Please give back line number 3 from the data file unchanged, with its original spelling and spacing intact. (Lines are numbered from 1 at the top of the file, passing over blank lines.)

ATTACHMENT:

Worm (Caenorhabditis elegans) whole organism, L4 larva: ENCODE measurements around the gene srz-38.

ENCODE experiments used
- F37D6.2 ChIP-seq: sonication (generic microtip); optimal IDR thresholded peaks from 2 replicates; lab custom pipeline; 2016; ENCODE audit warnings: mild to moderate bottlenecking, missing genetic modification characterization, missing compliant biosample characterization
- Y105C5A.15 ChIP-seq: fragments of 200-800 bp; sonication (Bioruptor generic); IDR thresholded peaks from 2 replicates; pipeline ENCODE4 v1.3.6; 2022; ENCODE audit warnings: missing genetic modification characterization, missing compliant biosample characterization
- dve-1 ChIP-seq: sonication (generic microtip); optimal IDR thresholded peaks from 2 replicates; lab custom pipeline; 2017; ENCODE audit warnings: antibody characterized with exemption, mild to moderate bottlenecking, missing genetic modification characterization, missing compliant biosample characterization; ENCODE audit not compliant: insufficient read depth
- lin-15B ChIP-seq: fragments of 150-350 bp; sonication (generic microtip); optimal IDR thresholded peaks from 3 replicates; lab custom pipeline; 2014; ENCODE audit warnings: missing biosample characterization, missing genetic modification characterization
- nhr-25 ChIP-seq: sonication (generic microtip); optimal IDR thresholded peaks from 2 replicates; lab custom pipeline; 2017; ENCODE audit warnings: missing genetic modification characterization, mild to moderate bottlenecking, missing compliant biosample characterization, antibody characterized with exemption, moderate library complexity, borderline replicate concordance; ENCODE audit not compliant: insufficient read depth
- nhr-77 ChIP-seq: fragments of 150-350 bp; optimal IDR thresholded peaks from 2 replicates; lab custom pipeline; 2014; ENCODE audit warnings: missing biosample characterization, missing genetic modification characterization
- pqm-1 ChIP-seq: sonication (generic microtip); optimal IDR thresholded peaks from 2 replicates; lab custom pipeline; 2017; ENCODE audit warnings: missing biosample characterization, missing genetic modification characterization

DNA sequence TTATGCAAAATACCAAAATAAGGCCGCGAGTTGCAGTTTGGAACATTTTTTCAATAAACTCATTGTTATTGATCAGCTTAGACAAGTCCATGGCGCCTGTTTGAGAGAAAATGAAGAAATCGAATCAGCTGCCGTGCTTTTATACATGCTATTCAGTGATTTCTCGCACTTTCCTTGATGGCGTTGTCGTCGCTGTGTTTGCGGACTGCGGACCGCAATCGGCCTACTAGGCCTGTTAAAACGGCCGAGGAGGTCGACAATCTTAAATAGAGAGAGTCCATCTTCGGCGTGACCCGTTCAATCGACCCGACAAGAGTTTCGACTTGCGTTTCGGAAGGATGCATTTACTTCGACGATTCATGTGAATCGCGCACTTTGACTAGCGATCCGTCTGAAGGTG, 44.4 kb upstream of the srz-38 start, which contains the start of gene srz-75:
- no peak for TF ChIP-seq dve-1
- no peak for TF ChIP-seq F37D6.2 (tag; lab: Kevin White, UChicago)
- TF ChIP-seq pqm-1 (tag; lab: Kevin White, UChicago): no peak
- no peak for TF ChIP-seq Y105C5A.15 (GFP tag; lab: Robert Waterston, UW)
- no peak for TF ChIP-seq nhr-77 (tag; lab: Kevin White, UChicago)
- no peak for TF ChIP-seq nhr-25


- F37D6.2 ChIP-seq: sonication (generic microtip); optimal IDR thresholded peaks from 2 replicates; lab custom pipeline; 2016; ENCODE audit warnings: mild to moderate bottlenecking, missing genetic modification characterization, missing compliant biosample characterization